When I was working in India on the launch of a new magazine, Salvatore Ferragamo was one of the international brands that kept pinging up on my radar – their spring-summer shoes were breathtaking and Ferragamo is quite big in India. On my return I proceeded to forget about them, until today. While on my round of appointments calling in for a forthcoming shoot, I came across these purple patent hotties and once home I (naturally) tried them on. Heaven! They have a slightly curved cone heel and a demi platform, yet don’t come under the ‘statement shoe’ umbrella because somehow they retain all their elegance and wearability, maybe because the uppers and ankle straps make them quite delicate. Ferragamo’s Vara bow pumps are already in the thick of a revival, with the baby sister version Varina (the flat one) now a cult hit with New York Gossip Girl wannabes and Japanese O-nee-kei girls alike.

My interest piqued, I decided to have a pootle and see what Ebay has to offer. Sadly, the beauties I’d lusted after on a weekly basis while in India were nowhere to be seen (but you can see a few here), however there were lots of affordable Varas including these AAAA ones (Ferragamos are known for being ultra-comfortable, due to their varied width fittings and going up to a more generous-than-average UK size 9), plus some sweet lace-ups from the quaintly-named Grecia’s Graciously Used Shoes.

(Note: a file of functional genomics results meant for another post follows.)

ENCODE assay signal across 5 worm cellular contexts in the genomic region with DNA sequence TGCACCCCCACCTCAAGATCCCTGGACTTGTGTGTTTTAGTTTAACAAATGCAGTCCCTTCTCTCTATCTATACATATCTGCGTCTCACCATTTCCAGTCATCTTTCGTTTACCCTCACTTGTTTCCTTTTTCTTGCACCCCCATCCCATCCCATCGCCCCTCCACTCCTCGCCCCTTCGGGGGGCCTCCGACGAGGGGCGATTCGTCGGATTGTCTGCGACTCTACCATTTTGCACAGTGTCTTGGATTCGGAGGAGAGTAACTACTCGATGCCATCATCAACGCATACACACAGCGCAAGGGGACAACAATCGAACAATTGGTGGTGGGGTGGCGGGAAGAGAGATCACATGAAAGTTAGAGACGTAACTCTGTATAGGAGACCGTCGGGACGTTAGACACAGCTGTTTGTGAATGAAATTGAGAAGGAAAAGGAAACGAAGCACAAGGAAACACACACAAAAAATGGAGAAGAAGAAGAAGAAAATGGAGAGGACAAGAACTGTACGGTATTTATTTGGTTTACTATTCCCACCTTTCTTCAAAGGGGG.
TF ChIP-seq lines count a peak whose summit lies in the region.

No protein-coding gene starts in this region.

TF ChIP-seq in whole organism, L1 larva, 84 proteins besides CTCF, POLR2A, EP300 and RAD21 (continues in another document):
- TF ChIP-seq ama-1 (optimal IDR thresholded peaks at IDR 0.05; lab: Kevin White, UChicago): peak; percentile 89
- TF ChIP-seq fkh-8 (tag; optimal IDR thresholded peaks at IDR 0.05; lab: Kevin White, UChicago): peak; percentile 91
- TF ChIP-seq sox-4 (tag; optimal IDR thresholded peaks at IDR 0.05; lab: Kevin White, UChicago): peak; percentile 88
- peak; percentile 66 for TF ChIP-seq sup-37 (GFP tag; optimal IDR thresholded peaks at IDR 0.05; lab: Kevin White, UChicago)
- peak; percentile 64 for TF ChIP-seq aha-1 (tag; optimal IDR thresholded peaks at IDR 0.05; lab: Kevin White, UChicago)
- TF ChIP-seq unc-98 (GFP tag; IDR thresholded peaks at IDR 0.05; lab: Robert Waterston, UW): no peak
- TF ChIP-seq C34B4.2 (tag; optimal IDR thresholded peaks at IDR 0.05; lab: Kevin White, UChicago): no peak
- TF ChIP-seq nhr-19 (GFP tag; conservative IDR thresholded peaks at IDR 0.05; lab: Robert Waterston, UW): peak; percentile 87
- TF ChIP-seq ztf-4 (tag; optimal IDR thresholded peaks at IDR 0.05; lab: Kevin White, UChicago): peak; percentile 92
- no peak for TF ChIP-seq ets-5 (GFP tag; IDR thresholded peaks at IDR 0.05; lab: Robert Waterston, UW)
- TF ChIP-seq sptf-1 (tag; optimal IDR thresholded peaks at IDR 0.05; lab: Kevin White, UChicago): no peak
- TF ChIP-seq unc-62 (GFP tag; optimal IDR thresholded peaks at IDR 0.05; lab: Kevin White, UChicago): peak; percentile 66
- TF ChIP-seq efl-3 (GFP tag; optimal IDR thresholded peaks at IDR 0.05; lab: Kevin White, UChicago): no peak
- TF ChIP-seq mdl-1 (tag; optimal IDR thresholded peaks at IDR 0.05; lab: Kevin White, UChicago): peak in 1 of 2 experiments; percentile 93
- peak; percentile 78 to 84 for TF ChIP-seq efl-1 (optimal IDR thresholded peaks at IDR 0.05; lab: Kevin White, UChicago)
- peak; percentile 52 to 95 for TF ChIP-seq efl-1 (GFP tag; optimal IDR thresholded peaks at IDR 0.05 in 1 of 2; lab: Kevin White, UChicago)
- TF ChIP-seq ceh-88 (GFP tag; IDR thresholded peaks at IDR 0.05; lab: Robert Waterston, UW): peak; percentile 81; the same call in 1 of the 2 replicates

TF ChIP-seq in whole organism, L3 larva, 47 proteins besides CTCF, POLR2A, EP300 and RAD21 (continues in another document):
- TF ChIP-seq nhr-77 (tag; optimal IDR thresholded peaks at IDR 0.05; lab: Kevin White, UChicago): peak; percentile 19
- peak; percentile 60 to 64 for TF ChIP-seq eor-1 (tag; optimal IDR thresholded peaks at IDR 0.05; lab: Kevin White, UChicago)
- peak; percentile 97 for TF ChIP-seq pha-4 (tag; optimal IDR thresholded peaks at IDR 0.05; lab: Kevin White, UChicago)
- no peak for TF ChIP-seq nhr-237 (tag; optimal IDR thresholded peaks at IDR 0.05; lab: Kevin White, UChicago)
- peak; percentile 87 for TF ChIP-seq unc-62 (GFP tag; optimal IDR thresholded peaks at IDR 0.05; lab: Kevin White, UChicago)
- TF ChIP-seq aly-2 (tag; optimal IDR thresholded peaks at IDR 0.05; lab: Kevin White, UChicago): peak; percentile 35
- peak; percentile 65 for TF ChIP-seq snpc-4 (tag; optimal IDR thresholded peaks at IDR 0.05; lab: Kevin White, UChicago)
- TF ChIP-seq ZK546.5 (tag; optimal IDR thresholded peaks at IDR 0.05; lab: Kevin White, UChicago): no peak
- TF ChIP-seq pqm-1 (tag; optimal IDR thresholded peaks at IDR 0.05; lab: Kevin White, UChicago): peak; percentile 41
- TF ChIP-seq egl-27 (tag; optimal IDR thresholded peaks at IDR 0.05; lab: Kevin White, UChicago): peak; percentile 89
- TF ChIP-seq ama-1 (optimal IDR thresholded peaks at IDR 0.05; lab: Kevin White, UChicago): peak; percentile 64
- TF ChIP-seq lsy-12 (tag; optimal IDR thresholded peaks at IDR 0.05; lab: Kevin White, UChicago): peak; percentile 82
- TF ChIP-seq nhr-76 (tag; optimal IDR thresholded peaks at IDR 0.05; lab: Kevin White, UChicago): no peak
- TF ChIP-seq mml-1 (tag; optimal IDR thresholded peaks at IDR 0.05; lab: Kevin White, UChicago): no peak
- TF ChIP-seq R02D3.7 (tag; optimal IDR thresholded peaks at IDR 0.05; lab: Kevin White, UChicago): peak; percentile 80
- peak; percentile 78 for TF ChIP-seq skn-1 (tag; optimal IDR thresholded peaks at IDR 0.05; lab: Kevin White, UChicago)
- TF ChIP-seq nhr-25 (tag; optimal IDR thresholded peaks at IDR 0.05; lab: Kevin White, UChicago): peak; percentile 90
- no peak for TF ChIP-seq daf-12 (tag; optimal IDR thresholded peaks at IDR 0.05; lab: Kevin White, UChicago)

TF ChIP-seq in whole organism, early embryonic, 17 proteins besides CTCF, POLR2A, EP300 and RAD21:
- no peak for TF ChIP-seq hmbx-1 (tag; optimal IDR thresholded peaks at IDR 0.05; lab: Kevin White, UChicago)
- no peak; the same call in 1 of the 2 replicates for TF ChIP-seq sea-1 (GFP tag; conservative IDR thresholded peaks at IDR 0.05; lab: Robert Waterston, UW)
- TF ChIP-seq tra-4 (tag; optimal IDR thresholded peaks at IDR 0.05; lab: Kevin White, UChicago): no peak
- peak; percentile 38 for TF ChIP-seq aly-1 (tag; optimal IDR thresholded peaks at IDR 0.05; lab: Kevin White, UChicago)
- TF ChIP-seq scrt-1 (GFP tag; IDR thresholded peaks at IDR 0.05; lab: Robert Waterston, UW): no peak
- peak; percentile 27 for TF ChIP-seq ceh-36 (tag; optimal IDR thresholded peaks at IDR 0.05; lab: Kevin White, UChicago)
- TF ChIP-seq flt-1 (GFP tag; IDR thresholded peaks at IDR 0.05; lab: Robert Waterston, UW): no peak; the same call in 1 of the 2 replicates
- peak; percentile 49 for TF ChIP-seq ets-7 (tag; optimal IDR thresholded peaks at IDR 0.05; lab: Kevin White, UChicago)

Of course, back in the day, Salvatore Ferragamo was as hot a name as Louboutin is now, after all he did invent the wedge…

And in the ’30s and ’40s when the war made it difficult to obtain leather for shoes, he stitched together corks from wine bottles to make cork wedges. An eco early-adopter – who knew! This year is the 80th anniversary of Ferragamo and it’s all change at the house. Cristina Ortiz has taken up the baton as head designer following Graeme Black’s departure so I’m keeping a close eye on proceedings. In the meantime, I’m also keeping a close eye on these lovelies. All in the name of research you understand.



Levi’s: One for the What Took Them So Long file…



I’ve never understood how Levi’s 501s came in different cuts and fits – surely 501 is the style so shouldn’t have variations went my logic. Well, now Levi’s have decided to do a standard cut worldwide which makes perfect sense. The reason cited, according to Levi Strauss CEO John Anderson is that they believe straight-leg jeans are a global fashion trend and now is the right time to establish the 501 as an obvious choice for global consumers. I say, duh, isn’t that a bit obvious? But never mind, at least they’re doing it now. Let’s hope the fit is the same across mens and womens 501s. Please understand Mr Levi’s that some of us girls want what the boys have – a nice lazy-Sunday loose-but-not-falling-down fit.

UPDATE:
To answer my ‘why are there different fits’ question, D has kindly weighed in with the following:
Okay, so the 501 is the model of the brand. The model was then adapted as trends changed, hence the different varieties of 501 over the years, with slight changes in cut: the 1947, ’55, ’63, ’67 etc. It’s similar to the way that Ford have the Fiesta model and give it facelifts to make it more appealing to changing tastes as time passes. The ’47s are quite slim, the ’55s a wider cut, the ’63s have a higher waist and the cut is somewhere between a ’47 and ’55 and the ’67s are very slim, and have a zip fly.

That told me then.



Much ado about M&S



Being something of an outsider, I have a tendency to defend the underdog in most situations and when it comes to fashion, M&S is the underdog du jour. While recent figures show they have suffered their worst sales for three years with shares dropping by almost 25%, I say, give them another chance. (more…)